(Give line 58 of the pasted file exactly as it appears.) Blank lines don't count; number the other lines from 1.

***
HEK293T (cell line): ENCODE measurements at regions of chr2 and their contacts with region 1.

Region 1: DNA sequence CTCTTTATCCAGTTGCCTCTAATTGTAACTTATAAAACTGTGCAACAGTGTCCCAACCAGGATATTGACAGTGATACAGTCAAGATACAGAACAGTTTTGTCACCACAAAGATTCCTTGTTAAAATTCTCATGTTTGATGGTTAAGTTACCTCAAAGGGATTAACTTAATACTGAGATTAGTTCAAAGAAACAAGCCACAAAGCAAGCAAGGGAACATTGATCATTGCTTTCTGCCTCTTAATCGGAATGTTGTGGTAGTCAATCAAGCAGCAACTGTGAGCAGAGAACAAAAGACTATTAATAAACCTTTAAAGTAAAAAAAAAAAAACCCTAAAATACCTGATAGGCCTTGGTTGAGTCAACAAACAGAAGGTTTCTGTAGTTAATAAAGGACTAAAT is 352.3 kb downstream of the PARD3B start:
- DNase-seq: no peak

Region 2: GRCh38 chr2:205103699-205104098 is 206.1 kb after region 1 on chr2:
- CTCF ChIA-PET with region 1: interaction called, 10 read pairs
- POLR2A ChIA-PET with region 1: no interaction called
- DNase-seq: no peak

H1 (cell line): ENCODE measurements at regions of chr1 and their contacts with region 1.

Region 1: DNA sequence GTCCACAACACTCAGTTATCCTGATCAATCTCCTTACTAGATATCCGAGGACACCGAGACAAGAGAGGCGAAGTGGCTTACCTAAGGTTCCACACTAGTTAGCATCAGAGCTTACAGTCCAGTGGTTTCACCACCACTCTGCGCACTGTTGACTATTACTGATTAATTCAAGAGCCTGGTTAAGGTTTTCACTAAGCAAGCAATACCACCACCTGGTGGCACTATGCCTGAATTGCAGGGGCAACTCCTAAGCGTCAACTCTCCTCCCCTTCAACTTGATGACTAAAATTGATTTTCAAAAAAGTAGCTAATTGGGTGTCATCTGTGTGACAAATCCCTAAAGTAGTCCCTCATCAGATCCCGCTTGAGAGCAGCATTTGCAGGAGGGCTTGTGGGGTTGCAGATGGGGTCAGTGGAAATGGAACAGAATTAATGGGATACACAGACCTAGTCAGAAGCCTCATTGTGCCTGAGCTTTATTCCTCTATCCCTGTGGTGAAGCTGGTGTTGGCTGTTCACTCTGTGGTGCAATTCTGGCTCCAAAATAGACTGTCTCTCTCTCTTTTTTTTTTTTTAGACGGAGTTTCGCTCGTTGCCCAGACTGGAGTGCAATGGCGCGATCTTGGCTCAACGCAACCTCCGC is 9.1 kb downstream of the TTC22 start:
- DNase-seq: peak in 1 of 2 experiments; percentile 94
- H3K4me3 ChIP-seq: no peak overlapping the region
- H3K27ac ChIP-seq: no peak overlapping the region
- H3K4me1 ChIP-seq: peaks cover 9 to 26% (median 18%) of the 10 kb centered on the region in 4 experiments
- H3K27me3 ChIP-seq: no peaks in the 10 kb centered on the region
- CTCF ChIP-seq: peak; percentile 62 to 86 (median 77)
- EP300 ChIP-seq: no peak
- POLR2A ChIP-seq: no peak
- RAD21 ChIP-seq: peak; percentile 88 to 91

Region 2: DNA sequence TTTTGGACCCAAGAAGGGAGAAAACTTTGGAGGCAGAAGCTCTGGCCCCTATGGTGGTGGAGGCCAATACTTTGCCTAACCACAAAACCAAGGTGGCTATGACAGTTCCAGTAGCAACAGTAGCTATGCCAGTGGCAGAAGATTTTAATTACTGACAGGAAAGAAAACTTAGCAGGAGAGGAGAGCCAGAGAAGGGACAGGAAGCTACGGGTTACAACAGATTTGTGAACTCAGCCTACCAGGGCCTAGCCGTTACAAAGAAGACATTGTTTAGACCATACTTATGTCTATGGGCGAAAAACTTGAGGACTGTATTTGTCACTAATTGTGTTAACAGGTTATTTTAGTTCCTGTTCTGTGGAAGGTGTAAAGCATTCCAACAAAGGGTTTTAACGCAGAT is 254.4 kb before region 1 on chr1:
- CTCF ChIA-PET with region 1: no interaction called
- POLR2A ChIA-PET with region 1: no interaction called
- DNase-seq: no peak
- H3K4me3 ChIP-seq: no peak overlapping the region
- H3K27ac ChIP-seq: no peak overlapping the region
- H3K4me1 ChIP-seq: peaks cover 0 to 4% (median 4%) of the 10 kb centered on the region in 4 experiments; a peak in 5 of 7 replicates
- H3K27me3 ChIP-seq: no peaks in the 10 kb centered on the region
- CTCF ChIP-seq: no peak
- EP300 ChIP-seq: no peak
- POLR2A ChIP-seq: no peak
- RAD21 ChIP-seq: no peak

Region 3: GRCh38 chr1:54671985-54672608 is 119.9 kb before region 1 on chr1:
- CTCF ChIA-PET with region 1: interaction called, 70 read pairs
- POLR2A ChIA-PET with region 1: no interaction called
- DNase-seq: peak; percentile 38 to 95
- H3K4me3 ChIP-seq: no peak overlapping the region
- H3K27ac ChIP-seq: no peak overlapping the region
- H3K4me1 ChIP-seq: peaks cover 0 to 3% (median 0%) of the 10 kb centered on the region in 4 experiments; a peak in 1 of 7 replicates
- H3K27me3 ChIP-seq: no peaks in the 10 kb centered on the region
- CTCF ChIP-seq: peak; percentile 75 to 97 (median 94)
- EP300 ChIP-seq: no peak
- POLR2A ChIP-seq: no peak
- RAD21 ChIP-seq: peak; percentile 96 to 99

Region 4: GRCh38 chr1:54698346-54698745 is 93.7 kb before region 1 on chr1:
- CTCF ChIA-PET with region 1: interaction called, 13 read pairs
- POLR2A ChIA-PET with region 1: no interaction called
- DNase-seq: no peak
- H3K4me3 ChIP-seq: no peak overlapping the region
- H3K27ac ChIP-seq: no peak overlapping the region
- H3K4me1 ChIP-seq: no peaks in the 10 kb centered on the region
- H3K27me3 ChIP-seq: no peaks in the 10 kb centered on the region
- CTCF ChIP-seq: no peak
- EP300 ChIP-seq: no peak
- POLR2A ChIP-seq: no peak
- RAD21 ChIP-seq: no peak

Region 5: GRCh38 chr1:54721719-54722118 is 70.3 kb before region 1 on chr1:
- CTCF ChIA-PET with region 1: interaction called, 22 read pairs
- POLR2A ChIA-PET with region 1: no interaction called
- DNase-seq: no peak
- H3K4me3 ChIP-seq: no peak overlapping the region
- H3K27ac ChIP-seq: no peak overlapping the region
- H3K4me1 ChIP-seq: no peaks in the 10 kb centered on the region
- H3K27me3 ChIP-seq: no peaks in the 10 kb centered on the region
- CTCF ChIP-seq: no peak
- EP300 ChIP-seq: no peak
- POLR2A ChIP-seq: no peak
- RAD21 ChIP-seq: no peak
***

- DNase-seq: no peak